Saturday 27 June 2009

Bible Book:

"The Lord appeared to Abraham by the oaks of Mamre, as he sat at the entrance of his tent in the heat of the day. He looked up and saw three men standing near him. When he saw them, he ran from the tent entrance to meet them, and bowed down to the ground. He said, 'My lord, if I find favour with you, do not pass by your servant. Let a little water be brought, and wash your feet, and rest yourselves under the tree.'" (v.1-4)

Genesis 18:1-15 Saturday 27 June 2009


The identity of the three visitors is not clear. Yet Abrahamrushes to meet them. His offer of hospitality is modest. The actualpreparations exceed his offer. Abraham stirs the tent into actionto prepare the meat and bread.

Early Christian and Byzantine tradition believed the three visitorsto have been an image of the Holy Trinity (the Father, Son and HolySpirit). Andrei Rublev's famous icon, The Old Testament Trinity(c.1420) continues this tradition. Sometimes the visitors speak toAbraham and Sarah, and sometimes the Lord speaks directly.

The pace of the narrative slows once the meal has been eaten. Thisheightens the tension. The attentive reader knows that somethingunexpected and important is about to happen.

In the previous chapter (which was yesterday's passage) we saw Abraham presented as a model ofdisbelief rather than faith. But now Abraham is silent. The focusis on Sarah who listens at the door of the tent and dismisses whatshe hears as absurd.

The word of the Lord does not come to Sarah directly but viaAbraham. Customs of the day would not have allowed male visitors tospeak with her. This indirectness can serve to heighten the tensionfurther and draw Sarah into the scene.

"Is anything too hard for the Lord?" The text translates the Hebrewword pala' as 'wonderful'. The word can mean either 'to be beyondone's power or difficulty' or 'to be marvellous or extraordinary'.The question sits like a gem in its narrative setting.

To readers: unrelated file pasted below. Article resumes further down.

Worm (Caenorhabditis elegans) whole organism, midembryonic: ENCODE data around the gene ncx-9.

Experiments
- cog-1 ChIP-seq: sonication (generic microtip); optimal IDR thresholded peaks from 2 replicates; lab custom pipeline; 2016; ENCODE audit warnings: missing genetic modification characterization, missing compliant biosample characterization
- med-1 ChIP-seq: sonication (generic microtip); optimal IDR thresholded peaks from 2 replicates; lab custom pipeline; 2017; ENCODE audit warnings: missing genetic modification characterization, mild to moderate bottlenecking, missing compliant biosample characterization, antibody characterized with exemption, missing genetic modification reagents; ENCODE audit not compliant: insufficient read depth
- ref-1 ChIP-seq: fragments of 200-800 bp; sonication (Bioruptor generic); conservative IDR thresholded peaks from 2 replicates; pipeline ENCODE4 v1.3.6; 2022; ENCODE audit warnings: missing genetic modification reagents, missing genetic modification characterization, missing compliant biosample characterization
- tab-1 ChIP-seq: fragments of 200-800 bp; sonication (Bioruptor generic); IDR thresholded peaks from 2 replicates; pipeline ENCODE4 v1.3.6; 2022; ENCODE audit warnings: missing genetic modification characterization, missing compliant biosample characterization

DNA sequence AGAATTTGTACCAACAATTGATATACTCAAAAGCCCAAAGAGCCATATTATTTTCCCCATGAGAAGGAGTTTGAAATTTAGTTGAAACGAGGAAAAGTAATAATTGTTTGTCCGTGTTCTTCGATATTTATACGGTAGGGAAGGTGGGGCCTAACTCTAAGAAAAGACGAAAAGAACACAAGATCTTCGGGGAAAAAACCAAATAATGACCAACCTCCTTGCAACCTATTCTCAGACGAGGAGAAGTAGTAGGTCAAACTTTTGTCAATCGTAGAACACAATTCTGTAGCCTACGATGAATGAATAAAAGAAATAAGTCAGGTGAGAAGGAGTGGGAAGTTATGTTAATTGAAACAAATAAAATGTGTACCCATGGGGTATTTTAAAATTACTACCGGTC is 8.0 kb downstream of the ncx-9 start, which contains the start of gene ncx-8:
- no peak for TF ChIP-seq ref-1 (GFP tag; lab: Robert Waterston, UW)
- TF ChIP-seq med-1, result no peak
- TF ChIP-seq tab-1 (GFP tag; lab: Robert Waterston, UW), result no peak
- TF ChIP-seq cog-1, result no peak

This portion of text leaves the matter unresolved. In verse 16, thevisitors leave and journey toward Sodom. Verse 15 has notes ofhumour and pathos. The question for Sarah is whether to trust thelimits of her experience, and her old negative certainties, or theword of the Lord.

The visitors leave with Sarah's questions unanswered. She isafraid. The word yare' carries connotations of trembling.

To Ponder

What is your response to the question, "Isanything too wonderful for the Lord?"

It is not clear whether Abraham and Sarah couldfinally have said no to Yahweh. God's sovereign power is clearlynot limited to their expectations. What do you make of this?

In the New Testament, similar tests are put toMary, and Jesus in the Garden of Gethsemane (Mark 14:36). Suchverses, says Walter Brueggeman in his commentary on Genesis, "donot permit a casual triumphalism". How do you think you would havereacted to tests such as these?

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